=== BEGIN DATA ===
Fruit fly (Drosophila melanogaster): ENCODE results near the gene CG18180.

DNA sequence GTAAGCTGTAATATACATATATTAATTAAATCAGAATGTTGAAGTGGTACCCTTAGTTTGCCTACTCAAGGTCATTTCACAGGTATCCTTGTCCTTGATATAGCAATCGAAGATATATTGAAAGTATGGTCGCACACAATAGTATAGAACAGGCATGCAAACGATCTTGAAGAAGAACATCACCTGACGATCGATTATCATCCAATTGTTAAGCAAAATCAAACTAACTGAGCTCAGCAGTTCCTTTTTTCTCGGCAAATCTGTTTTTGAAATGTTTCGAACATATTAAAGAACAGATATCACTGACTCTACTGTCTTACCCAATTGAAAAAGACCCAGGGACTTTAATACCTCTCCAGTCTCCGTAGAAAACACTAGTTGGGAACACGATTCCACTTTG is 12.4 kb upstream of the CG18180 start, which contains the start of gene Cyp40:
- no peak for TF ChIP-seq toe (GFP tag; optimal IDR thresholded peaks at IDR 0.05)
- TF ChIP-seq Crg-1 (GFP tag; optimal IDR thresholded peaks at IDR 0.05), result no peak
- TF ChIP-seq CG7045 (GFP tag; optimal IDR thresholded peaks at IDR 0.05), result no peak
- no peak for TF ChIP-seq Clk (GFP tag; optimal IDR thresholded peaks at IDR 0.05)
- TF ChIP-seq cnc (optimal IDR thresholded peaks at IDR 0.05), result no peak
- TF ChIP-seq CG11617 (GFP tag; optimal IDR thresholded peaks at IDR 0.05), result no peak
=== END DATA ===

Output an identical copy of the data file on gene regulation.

Fruit fly (Drosophila melanogaster): ENCODE results near the gene CG18180.

DNA sequence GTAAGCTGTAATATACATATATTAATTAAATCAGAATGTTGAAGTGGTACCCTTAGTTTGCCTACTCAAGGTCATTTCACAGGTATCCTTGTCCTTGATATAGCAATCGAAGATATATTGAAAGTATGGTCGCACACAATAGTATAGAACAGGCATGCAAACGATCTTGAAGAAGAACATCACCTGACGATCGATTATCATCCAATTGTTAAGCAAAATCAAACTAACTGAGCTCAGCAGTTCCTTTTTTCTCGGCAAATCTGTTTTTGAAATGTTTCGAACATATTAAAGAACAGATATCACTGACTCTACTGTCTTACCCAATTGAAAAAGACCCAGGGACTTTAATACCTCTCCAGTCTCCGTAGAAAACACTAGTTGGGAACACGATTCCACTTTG is 12.4 kb upstream of the CG18180 start, which contains the start of gene Cyp40:
- no peak for TF ChIP-seq toe (GFP tag; optimal IDR thresholded peaks at IDR 0.05)
- TF ChIP-seq Crg-1 (GFP tag; optimal IDR thresholded peaks at IDR 0.05), result no peak
- TF ChIP-seq CG7045 (GFP tag; optimal IDR thresholded peaks at IDR 0.05), result no peak
- no peak for TF ChIP-seq Clk (GFP tag; optimal IDR thresholded peaks at IDR 0.05)
- TF ChIP-seq cnc (optimal IDR thresholded peaks at IDR 0.05), result no peak
- TF ChIP-seq CG11617 (GFP tag; optimal IDR thresholded peaks at IDR 0.05), result no peak